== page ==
Other factors that need to be addressed are GUN-FREE ZONES (stupidest concept EVER), the mental health of our nation (and by mental health, I'm not talking about kids with ADHD, I'm talking about hopeless depression, sociopaths, people with diagnosed rage issues, bullying personalities, etc....), the fact that a LOT of these shooters have had a few serious infractions, or numerous minor infractions with authority figures (either authorities at their schools, or with law enforcement), and neighbors or other family members knew in advance that these people were unhinged and they did NOTHING about it.

Looking back at mass shootings since 1985, in SEVERAL cases, the shooter gave written or verbal warnings at least 24 hours in advance, that they were going to shoot people, so WHY DIDN'T THE POLICE TAKE MEASURES TO PREVENT THOSE SHOOTINGS? In MOST shootings, the shooter would pause to reload his gun, WHY DIDN'T ANYONE TACKLE HIM AND STOP HIM? In most shootings, the shooter shot himself as soon as he was confronted by someone with the power to stop him. FACT: MOST OF THESE MASS SHOOTERS WENT ON SHOOTING RAMPAGES IN ORDER TO TAKE CONTROL. AS A FINAL ACT OF CONTROL, THEY WILL KILL THEMSELVES BEFORE ALLOWING SOMEONE ELSE TO KILL THEM. In most mass shootings over the years, ONE trained and armed person in the area could have prevented the mass carnage from happening. In most mass shootings, it took over 10 minutes for police to show up and at least half an hour for them to get inside and make contact with the shooter. HOW MANY LIVES WOULD HAVE BEEN SAVED HAD A TRAINED AND ARMED PERSON BEEN IN THE AREA?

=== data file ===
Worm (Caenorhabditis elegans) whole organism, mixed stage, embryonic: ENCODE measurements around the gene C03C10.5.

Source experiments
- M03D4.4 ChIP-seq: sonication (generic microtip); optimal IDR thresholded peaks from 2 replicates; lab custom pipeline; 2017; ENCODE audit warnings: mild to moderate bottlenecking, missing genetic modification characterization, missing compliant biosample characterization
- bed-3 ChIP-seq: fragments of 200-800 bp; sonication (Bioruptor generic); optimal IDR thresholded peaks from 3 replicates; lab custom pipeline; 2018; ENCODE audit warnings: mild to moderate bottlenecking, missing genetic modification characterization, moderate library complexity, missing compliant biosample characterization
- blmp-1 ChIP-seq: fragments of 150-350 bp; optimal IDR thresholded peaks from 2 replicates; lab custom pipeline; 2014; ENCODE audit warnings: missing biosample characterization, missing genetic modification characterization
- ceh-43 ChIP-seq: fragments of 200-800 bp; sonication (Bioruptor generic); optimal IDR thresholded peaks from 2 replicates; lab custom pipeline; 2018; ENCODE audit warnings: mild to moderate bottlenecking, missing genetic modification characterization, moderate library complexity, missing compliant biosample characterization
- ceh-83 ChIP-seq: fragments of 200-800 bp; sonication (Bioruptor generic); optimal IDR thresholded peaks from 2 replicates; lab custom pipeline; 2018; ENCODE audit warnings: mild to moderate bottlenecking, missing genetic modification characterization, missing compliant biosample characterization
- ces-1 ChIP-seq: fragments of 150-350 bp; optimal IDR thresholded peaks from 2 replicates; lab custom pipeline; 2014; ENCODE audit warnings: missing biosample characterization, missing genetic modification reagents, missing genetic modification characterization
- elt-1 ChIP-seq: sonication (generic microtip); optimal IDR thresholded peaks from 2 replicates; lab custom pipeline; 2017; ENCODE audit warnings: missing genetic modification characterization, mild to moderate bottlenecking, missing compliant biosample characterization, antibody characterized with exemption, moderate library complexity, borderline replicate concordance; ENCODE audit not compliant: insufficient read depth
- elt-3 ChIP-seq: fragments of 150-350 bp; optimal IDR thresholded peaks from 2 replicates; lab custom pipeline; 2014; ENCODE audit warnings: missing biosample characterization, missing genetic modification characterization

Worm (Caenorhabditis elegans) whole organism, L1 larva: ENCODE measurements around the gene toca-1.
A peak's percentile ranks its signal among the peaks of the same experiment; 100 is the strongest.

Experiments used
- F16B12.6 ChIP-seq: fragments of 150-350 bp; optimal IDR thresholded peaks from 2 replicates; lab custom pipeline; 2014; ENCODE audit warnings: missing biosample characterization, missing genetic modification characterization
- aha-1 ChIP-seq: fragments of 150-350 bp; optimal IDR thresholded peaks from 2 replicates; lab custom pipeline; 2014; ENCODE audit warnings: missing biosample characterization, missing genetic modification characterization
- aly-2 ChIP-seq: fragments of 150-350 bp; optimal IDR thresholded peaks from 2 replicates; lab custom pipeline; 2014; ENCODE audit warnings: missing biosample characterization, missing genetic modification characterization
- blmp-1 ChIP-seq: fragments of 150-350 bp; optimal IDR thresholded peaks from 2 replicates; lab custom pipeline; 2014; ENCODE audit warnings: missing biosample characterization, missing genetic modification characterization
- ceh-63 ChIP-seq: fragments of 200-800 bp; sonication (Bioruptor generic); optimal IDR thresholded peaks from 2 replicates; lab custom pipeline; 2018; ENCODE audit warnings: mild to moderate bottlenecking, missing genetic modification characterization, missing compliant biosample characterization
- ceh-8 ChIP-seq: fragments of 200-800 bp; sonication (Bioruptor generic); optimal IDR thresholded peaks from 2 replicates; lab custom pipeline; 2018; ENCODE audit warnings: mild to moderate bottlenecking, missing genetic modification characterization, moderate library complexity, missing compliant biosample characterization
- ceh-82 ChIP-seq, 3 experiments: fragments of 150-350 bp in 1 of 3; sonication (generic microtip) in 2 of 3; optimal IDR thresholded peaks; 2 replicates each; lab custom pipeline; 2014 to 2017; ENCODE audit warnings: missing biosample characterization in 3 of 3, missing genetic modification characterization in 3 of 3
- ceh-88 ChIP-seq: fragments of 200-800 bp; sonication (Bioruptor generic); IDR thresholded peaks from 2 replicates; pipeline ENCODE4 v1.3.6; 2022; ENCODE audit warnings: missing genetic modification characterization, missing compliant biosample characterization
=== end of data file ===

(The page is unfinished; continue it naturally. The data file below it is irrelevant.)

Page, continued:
(caps were not used for "screaming," but are intended to help the more relevant information to stand out more).

Last thing. Most anti-gun people seem to think pro-gun people are these rabid, gun slinging, savages who will shoot anything that comes in range, and look forward to the day when we get to actually shoot a human being, preferably a liberal.

What a ridiculous notion! I own guns. I enjoy shooting with them. I don't EVER want to have to shoot another human being. I do everything I can in order to avoid being put in a situation where I would have to shoot another human being (keep doors locked, don't go into dark alleys, avoid certain areas, etc...).

HOWEVER.... there are evil people in this world and those evil people do evil things. Evil people own guns. Evil people do NOT get their guns by legal means. Evil people look at anti-gunners and laugh at their stupidity. Anti-gun laws are worthless and do NOT prevent evil people from having guns.

I have four little girls. If you think for a minute that I'll sit back and pathetically beg and plead with one of those evil people to not hurt my babies, you're out of your freaking mind. If I can help it, those monsters will never get within 10 feet of my daughters alive.

I would never harm another human being unprovoked, but if my life, or my children's lives are in danger, I want to be able to protect our lives. I can not do that unarmed.